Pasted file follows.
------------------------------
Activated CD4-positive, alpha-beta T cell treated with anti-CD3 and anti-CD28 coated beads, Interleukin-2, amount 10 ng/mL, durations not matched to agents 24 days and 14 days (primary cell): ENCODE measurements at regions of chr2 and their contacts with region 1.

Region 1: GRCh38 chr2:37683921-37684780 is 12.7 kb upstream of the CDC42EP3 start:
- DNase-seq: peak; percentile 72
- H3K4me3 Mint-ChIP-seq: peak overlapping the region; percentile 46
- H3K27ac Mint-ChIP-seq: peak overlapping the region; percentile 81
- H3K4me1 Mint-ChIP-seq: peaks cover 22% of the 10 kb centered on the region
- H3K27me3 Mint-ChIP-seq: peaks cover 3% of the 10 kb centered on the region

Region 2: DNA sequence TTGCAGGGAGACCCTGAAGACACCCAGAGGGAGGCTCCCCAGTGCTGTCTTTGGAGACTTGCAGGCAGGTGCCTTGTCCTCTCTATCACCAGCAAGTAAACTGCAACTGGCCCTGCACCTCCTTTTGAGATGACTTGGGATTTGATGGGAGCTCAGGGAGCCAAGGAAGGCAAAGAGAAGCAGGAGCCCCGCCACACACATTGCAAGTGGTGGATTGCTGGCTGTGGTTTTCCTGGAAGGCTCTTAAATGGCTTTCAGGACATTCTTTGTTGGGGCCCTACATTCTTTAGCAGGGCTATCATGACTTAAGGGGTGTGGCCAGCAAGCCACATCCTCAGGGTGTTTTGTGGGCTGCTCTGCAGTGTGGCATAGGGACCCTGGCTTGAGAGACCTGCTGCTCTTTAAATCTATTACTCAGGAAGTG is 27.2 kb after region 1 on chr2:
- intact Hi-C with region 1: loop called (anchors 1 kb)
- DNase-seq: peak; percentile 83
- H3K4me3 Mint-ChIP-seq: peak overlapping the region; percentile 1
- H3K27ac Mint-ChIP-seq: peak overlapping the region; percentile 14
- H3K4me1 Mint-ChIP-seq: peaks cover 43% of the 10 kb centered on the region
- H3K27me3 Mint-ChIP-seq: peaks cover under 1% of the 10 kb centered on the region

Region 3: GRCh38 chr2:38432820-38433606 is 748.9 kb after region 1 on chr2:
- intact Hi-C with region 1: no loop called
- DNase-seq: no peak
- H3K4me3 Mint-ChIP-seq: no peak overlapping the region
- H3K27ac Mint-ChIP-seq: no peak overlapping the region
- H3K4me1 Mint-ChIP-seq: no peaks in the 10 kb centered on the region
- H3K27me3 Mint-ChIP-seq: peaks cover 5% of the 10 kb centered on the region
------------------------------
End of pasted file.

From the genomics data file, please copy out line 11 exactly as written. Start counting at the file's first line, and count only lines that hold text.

- H3K4me3 Mint-ChIP-seq: peak overlapping the region; percentile 1